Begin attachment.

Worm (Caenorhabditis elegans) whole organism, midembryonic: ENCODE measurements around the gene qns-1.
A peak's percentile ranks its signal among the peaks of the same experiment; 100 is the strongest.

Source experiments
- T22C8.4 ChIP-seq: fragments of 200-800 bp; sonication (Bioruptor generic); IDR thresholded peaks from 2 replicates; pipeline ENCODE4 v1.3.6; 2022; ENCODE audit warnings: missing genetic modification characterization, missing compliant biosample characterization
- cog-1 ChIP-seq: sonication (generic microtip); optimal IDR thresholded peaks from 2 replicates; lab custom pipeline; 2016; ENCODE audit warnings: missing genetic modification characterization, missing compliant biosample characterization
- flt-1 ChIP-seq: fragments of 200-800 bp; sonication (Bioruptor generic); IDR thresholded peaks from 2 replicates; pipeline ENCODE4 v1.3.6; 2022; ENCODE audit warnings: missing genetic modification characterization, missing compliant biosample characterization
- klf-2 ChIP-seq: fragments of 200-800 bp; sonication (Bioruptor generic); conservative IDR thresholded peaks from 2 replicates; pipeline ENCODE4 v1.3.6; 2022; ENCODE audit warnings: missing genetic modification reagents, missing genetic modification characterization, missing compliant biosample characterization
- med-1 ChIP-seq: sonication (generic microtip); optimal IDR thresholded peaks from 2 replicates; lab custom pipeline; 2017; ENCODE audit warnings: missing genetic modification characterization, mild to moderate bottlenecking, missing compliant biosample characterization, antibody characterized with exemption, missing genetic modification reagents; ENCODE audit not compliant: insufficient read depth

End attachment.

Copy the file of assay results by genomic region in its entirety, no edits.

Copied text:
Worm (Caenorhabditis elegans) whole organism, midembryonic: ENCODE measurements around the gene qns-1.
A peak's percentile ranks its signal among the peaks of the same experiment; 100 is the strongest.

Source experiments
- T22C8.4 ChIP-seq: fragments of 200-800 bp; sonication (Bioruptor generic); IDR thresholded peaks from 2 replicates; pipeline ENCODE4 v1.3.6; 2022; ENCODE audit warnings: missing genetic modification characterization, missing compliant biosample characterization
- cog-1 ChIP-seq: sonication (generic microtip); optimal IDR thresholded peaks from 2 replicates; lab custom pipeline; 2016; ENCODE audit warnings: missing genetic modification characterization, missing compliant biosample characterization
- flt-1 ChIP-seq: fragments of 200-800 bp; sonication (Bioruptor generic); IDR thresholded peaks from 2 replicates; pipeline ENCODE4 v1.3.6; 2022; ENCODE audit warnings: missing genetic modification characterization, missing compliant biosample characterization
- klf-2 ChIP-seq: fragments of 200-800 bp; sonication (Bioruptor generic); conservative IDR thresholded peaks from 2 replicates; pipeline ENCODE4 v1.3.6; 2022; ENCODE audit warnings: missing genetic modification reagents, missing genetic modification characterization, missing compliant biosample characterization
- med-1 ChIP-seq: sonication (generic microtip); optimal IDR thresholded peaks from 2 replicates; lab custom pipeline; 2017; ENCODE audit warnings: missing genetic modification characterization, mild to moderate bottlenecking, missing compliant biosample characterization, antibody characterized with exemption, missing genetic modification reagents; ENCODE audit not compliant: insufficient read depth